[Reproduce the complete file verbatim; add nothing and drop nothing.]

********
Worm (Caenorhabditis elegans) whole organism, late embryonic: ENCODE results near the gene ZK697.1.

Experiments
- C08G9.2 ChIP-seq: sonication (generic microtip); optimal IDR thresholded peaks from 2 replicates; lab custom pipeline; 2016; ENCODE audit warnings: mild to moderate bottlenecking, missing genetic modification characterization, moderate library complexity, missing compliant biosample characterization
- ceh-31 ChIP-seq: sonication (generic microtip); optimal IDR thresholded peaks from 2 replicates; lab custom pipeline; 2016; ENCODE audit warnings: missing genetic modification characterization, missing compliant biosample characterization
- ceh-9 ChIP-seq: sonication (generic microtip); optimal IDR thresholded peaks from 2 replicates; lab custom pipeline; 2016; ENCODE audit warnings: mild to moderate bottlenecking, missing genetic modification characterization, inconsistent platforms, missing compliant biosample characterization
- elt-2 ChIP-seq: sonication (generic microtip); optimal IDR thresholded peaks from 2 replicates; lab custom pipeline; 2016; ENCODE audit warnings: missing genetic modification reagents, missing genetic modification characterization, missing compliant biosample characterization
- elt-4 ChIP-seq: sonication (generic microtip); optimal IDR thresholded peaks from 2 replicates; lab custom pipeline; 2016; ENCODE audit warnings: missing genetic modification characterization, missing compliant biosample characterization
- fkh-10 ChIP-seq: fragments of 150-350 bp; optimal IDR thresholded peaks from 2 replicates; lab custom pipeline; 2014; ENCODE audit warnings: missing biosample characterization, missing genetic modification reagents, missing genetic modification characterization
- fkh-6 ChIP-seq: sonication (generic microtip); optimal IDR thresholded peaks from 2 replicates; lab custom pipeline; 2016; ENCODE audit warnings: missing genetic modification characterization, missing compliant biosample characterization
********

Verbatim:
Worm (Caenorhabditis elegans) whole organism, late embryonic: ENCODE results near the gene ZK697.1.

Experiments
- C08G9.2 ChIP-seq: sonication (generic microtip); optimal IDR thresholded peaks from 2 replicates; lab custom pipeline; 2016; ENCODE audit warnings: mild to moderate bottlenecking, missing genetic modification characterization, moderate library complexity, missing compliant biosample characterization
- ceh-31 ChIP-seq: sonication (generic microtip); optimal IDR thresholded peaks from 2 replicates; lab custom pipeline; 2016; ENCODE audit warnings: missing genetic modification characterization, missing compliant biosample characterization
- ceh-9 ChIP-seq: sonication (generic microtip); optimal IDR thresholded peaks from 2 replicates; lab custom pipeline; 2016; ENCODE audit warnings: mild to moderate bottlenecking, missing genetic modification characterization, inconsistent platforms, missing compliant biosample characterization
- elt-2 ChIP-seq: sonication (generic microtip); optimal IDR thresholded peaks from 2 replicates; lab custom pipeline; 2016; ENCODE audit warnings: missing genetic modification reagents, missing genetic modification characterization, missing compliant biosample characterization
- elt-4 ChIP-seq: sonication (generic microtip); optimal IDR thresholded peaks from 2 replicates; lab custom pipeline; 2016; ENCODE audit warnings: missing genetic modification characterization, missing compliant biosample characterization
- fkh-10 ChIP-seq: fragments of 150-350 bp; optimal IDR thresholded peaks from 2 replicates; lab custom pipeline; 2014; ENCODE audit warnings: missing biosample characterization, missing genetic modification reagents, missing genetic modification characterization
- fkh-6 ChIP-seq: sonication (generic microtip); optimal IDR thresholded peaks from 2 replicates; lab custom pipeline; 2016; ENCODE audit warnings: missing genetic modification characterization, missing compliant biosample characterization